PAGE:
Picks and Pans Review: Kuffs
updated 01/27/1992 AT 01:00 AM EST
•originally published 01/27/1992 AT 01:00 AM EST
A lot of movies begin well and then fall apart. Kuffs, a quirky little cops-and-robbers film directed by first-timer Bruce A. Evans from a script he cowrote with Raynold Gideon, starts dumb and then manages to pick up charm and sympathy as it progresses. Slater, the Jack Nicholson sound-alike for the younger set, plays George Kuffs, a screwup who inherits his brother's private security force in San Francisco when his brother is murdered. "I never saw myself as a cop. I'm more like the bad guys," Kuffs says. A hero in an antihero's leather jacket, he soon sides with the law, avenges his brother and even reconciles with the girlfriend (Milla Jovovich, in a nothing part) he had jilted when she became pregnant.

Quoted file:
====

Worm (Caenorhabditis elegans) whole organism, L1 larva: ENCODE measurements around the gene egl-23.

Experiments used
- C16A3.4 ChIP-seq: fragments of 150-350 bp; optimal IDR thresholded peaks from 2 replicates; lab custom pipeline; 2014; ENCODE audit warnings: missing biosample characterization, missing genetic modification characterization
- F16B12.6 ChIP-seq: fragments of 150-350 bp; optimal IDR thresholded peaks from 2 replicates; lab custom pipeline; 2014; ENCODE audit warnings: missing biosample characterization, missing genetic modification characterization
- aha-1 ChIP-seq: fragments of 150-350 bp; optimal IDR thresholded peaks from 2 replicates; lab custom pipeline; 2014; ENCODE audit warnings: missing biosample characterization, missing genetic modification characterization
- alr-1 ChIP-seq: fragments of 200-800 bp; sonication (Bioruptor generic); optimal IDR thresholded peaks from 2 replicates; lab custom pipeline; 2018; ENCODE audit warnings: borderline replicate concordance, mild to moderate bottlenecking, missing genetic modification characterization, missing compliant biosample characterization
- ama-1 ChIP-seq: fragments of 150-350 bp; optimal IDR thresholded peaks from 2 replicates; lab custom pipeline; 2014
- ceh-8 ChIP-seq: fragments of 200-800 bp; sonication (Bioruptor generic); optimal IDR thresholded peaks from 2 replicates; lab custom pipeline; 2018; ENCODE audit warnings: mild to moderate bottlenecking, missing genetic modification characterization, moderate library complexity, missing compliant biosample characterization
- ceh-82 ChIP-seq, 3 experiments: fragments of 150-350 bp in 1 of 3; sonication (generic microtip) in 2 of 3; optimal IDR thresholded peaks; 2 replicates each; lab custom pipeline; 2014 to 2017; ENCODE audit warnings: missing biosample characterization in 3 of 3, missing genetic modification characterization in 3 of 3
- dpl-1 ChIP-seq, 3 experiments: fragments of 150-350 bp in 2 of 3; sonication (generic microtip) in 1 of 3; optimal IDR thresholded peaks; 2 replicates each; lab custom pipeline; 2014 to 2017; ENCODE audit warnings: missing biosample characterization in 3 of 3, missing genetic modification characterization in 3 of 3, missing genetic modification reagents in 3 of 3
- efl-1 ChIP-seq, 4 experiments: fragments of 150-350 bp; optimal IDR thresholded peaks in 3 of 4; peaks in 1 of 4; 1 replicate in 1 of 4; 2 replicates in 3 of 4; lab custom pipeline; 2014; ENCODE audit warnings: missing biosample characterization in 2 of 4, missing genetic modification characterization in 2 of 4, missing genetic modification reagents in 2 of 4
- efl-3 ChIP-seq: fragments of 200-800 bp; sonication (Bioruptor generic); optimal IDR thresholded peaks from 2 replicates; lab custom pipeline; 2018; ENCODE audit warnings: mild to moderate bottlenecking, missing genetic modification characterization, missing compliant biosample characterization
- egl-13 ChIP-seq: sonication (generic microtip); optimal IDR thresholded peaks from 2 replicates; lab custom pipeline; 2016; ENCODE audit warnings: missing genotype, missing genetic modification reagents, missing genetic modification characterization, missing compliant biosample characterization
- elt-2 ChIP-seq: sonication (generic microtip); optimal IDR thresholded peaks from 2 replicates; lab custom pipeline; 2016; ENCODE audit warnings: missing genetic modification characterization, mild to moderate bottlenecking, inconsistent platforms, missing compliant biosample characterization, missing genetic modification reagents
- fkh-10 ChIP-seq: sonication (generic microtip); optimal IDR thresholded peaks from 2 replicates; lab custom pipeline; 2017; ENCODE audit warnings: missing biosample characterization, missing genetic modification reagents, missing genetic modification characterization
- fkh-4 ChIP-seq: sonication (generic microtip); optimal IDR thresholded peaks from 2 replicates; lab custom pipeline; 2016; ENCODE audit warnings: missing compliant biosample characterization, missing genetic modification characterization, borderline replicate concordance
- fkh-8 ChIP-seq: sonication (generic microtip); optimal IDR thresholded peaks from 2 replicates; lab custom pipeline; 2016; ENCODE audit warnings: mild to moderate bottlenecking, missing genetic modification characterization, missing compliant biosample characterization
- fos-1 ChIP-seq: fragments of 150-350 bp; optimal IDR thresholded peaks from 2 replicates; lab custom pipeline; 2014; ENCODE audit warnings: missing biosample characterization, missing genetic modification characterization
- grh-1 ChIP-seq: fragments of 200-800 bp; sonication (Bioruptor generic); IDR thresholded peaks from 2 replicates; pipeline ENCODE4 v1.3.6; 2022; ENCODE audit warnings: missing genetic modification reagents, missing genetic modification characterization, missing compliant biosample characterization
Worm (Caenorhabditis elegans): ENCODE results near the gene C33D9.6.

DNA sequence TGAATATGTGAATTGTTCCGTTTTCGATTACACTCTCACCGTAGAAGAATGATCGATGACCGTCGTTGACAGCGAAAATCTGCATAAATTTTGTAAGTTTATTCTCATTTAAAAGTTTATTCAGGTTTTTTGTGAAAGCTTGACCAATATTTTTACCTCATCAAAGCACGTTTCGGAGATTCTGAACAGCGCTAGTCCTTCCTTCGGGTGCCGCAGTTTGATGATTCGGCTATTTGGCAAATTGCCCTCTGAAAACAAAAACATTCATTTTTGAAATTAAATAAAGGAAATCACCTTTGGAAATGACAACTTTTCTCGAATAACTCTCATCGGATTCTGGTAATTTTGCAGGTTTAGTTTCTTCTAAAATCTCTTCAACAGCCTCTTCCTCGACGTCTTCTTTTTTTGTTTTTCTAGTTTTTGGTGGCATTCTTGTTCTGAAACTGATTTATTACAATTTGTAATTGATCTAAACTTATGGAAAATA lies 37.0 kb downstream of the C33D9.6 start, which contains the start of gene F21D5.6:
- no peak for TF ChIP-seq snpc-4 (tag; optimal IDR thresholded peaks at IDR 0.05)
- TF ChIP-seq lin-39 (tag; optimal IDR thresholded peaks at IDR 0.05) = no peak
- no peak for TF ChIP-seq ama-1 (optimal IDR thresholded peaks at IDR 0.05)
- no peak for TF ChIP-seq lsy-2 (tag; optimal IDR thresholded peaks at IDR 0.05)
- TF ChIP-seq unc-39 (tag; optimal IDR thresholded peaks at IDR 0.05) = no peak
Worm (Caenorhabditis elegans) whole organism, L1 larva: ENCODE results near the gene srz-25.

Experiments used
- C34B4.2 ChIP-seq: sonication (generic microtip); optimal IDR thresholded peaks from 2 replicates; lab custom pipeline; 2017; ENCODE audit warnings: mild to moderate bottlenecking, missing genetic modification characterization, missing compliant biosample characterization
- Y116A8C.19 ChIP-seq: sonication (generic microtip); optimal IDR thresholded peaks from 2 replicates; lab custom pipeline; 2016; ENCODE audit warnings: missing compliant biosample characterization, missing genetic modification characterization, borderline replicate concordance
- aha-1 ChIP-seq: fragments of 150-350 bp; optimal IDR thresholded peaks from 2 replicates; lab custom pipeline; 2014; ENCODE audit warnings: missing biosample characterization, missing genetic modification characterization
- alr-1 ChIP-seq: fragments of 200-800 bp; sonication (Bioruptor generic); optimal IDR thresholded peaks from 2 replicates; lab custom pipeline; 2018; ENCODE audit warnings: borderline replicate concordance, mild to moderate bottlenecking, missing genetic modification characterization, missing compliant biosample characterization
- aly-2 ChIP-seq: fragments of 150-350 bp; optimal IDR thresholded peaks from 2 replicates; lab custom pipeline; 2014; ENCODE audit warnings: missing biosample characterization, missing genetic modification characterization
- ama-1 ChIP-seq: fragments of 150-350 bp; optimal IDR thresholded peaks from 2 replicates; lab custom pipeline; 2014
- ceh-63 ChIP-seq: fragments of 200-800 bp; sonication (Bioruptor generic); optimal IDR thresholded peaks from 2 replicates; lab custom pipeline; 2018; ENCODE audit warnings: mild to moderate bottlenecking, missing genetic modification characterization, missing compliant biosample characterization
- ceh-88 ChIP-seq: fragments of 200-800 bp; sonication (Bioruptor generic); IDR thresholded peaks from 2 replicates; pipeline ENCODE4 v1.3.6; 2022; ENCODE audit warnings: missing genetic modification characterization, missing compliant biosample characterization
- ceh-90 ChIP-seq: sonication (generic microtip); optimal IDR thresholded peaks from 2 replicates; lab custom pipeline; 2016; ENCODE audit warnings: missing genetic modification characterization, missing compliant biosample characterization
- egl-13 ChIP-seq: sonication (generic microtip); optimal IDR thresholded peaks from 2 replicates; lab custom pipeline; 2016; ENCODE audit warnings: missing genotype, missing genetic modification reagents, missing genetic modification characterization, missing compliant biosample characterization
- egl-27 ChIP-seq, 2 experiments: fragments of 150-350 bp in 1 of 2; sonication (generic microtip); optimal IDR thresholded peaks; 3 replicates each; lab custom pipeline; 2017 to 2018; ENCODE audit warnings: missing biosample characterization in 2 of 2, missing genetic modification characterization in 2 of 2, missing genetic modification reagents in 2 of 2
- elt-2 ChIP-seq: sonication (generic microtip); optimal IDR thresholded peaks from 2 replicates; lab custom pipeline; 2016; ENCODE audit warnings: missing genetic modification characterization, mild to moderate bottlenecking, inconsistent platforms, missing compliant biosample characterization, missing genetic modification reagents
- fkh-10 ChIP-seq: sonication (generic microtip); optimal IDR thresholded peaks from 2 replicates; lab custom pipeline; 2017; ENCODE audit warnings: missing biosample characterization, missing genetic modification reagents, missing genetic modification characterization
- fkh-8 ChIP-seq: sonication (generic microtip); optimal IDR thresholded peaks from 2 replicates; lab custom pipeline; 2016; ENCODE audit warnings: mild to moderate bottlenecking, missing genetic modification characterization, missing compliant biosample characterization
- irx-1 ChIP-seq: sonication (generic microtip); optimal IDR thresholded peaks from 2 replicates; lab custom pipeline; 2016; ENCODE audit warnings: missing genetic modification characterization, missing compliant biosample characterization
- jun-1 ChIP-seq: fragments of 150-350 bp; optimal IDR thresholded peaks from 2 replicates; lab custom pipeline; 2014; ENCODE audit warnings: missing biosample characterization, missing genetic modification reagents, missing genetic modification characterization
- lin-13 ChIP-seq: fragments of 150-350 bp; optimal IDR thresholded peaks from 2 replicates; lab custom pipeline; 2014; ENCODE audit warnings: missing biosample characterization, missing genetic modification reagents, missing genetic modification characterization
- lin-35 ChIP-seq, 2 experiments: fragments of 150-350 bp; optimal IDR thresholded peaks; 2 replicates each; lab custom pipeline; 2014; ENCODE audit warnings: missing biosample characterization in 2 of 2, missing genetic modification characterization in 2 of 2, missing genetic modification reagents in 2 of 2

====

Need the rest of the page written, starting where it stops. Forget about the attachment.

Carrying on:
The plot may follow predictable lines, but the film's offbeat script ("Love and kisses on all your pink parts," Kuffs proposes writing on the card when sending flowers to his estranged girlfriend) and Slater's wiseacre geniality make this one a winner, albeit on a small scale.
Also worth noting: The deft comic performance by Tony (Ghost) Goldwyn as a doofus cop on probation from the force for having slept with the wife of the police chief. (PG-13)